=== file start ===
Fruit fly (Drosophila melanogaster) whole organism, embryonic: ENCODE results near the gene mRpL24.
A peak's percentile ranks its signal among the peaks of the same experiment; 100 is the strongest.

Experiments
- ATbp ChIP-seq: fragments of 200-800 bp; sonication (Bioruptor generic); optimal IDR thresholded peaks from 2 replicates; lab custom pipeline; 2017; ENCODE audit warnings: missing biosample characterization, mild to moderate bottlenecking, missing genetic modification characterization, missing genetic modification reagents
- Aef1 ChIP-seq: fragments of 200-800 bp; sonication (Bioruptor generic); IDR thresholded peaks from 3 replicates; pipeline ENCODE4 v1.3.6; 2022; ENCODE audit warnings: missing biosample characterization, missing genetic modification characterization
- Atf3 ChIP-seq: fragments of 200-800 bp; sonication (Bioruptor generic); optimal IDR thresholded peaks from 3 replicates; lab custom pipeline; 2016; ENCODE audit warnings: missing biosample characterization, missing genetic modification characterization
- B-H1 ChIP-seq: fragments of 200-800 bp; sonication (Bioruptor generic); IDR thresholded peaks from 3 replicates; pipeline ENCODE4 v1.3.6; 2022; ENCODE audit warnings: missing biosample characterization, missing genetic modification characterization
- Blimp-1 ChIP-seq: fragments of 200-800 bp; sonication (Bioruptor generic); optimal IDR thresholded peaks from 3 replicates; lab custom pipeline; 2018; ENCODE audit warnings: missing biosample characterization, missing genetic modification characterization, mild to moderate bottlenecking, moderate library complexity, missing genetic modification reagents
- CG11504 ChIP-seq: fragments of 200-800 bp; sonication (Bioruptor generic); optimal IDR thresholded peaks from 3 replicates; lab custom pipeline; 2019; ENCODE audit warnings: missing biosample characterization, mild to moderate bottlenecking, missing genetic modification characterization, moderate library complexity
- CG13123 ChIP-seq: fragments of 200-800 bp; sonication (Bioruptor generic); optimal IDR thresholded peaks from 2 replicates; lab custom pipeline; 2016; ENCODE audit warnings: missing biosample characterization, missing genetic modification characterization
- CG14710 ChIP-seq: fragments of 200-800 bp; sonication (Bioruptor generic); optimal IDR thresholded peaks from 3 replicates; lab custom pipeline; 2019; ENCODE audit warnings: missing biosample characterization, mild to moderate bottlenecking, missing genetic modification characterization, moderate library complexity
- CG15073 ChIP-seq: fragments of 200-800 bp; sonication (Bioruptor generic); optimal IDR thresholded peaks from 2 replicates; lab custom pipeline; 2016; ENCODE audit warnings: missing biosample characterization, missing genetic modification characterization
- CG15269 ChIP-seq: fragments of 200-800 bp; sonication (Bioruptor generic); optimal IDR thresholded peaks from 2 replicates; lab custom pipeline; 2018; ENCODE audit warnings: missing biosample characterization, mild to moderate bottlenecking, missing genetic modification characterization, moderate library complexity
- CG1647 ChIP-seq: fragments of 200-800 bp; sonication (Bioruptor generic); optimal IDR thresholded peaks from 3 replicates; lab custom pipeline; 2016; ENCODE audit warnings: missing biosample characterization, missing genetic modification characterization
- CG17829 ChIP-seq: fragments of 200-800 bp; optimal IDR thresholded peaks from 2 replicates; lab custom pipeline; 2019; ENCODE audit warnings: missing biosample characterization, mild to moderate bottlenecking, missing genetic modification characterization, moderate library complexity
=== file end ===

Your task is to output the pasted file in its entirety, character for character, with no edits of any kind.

Fruit fly (Drosophila melanogaster) whole organism, embryonic: ENCODE results near the gene mRpL24.
A peak's percentile ranks its signal among the peaks of the same experiment; 100 is the strongest.

Experiments
- ATbp ChIP-seq: fragments of 200-800 bp; sonication (Bioruptor generic); optimal IDR thresholded peaks from 2 replicates; lab custom pipeline; 2017; ENCODE audit warnings: missing biosample characterization, mild to moderate bottlenecking, missing genetic modification characterization, missing genetic modification reagents
- Aef1 ChIP-seq: fragments of 200-800 bp; sonication (Bioruptor generic); IDR thresholded peaks from 3 replicates; pipeline ENCODE4 v1.3.6; 2022; ENCODE audit warnings: missing biosample characterization, missing genetic modification characterization
- Atf3 ChIP-seq: fragments of 200-800 bp; sonication (Bioruptor generic); optimal IDR thresholded peaks from 3 replicates; lab custom pipeline; 2016; ENCODE audit warnings: missing biosample characterization, missing genetic modification characterization
- B-H1 ChIP-seq: fragments of 200-800 bp; sonication (Bioruptor generic); IDR thresholded peaks from 3 replicates; pipeline ENCODE4 v1.3.6; 2022; ENCODE audit warnings: missing biosample characterization, missing genetic modification characterization
- Blimp-1 ChIP-seq: fragments of 200-800 bp; sonication (Bioruptor generic); optimal IDR thresholded peaks from 3 replicates; lab custom pipeline; 2018; ENCODE audit warnings: missing biosample characterization, missing genetic modification characterization, mild to moderate bottlenecking, moderate library complexity, missing genetic modification reagents
- CG11504 ChIP-seq: fragments of 200-800 bp; sonication (Bioruptor generic); optimal IDR thresholded peaks from 3 replicates; lab custom pipeline; 2019; ENCODE audit warnings: missing biosample characterization, mild to moderate bottlenecking, missing genetic modification characterization, moderate library complexity
- CG13123 ChIP-seq: fragments of 200-800 bp; sonication (Bioruptor generic); optimal IDR thresholded peaks from 2 replicates; lab custom pipeline; 2016; ENCODE audit warnings: missing biosample characterization, missing genetic modification characterization
- CG14710 ChIP-seq: fragments of 200-800 bp; sonication (Bioruptor generic); optimal IDR thresholded peaks from 3 replicates; lab custom pipeline; 2019; ENCODE audit warnings: missing biosample characterization, mild to moderate bottlenecking, missing genetic modification characterization, moderate library complexity
- CG15073 ChIP-seq: fragments of 200-800 bp; sonication (Bioruptor generic); optimal IDR thresholded peaks from 2 replicates; lab custom pipeline; 2016; ENCODE audit warnings: missing biosample characterization, missing genetic modification characterization
- CG15269 ChIP-seq: fragments of 200-800 bp; sonication (Bioruptor generic); optimal IDR thresholded peaks from 2 replicates; lab custom pipeline; 2018; ENCODE audit warnings: missing biosample characterization, mild to moderate bottlenecking, missing genetic modification characterization, moderate library complexity
- CG1647 ChIP-seq: fragments of 200-800 bp; sonication (Bioruptor generic); optimal IDR thresholded peaks from 3 replicates; lab custom pipeline; 2016; ENCODE audit warnings: missing biosample characterization, missing genetic modification characterization
- CG17829 ChIP-seq: fragments of 200-800 bp; optimal IDR thresholded peaks from 2 replicates; lab custom pipeline; 2019; ENCODE audit warnings: missing biosample characterization, mild to moderate bottlenecking, missing genetic modification characterization, moderate library complexity